first heat period. Well, I'm not going to have it, actually she's going to have it. But hormones are going
to re— that she's going to be six months old in another week.
That first heat could happen at any time from now until whenever. So, hormones could be involved with
This!. And so, you've got to recognize that what we want to do is number one, help to create
confidence in that dog. That's an important thing. And number two, we want to eliminate these
rehearsals of resource guarding, if at all possible. Now it may not be possible unless you keep your
dog in a kennel and never let them see another dog. And I don't think that's very good either.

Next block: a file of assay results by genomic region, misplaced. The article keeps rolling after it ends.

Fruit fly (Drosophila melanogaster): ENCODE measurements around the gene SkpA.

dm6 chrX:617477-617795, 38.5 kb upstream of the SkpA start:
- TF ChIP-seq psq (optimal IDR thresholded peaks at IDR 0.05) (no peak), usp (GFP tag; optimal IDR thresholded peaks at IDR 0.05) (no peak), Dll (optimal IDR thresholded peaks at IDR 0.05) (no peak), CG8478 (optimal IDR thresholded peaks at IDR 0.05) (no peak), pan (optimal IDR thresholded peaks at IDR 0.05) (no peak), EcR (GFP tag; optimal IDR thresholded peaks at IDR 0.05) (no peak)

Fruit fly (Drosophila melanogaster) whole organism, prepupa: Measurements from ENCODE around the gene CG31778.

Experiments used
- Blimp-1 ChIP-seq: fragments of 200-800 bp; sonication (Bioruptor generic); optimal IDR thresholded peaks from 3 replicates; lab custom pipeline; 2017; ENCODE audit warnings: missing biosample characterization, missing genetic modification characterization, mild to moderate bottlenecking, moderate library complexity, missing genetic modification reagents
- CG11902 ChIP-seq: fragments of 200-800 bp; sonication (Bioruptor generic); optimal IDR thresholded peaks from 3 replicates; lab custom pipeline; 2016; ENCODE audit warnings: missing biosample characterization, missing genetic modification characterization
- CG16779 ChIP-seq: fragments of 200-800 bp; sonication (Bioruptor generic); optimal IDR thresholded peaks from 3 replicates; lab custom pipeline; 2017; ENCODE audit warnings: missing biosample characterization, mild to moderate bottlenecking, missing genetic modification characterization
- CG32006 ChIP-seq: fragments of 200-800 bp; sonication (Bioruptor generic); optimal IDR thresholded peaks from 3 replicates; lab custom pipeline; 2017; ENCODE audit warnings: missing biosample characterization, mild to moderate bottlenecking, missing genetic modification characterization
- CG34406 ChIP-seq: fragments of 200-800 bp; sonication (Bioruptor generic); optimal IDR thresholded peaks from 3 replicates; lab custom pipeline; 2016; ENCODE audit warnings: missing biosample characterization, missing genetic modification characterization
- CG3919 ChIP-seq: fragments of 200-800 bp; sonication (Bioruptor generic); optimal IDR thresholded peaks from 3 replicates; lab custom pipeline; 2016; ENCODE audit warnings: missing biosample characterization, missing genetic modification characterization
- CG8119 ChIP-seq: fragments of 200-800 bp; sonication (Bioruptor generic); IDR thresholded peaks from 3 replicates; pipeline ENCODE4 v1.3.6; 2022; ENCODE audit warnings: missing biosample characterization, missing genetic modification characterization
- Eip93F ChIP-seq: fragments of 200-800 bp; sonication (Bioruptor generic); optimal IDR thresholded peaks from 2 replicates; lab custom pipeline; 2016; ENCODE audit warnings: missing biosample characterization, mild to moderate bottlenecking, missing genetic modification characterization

Let me just share a great resource Jean Donaldson's book Mine! - if you're dealing with dog, human
resource guarding, this is a great book. It's a great book at any kind of resource guarding, anything
from Jean Donaldson is amazing. A fellow Canadian, by the way. She's awesome. Shout out to Jean.
So, here's what I'm doing. Here's what I'm doing with This!. First of all, I've changed her living
environment. Let me, let me just take a step back. When did I first notice this? I first noticed that This!
was coming on a month ago. And so, I managed, and what I saw was when we had food sitting out on
the counter to thaw for the dogs in the dog area, she would just, if there was another dog that was
going to go down in that area, she would just run down ahead of them and just sit by the food.
Not growling, not doing anything just like, “Yeah, I got this. You don't need to come near. I got it.” And
that escalated to just a little growl in the last couple of weeks. I noticed if she had a bone in her ex-pen,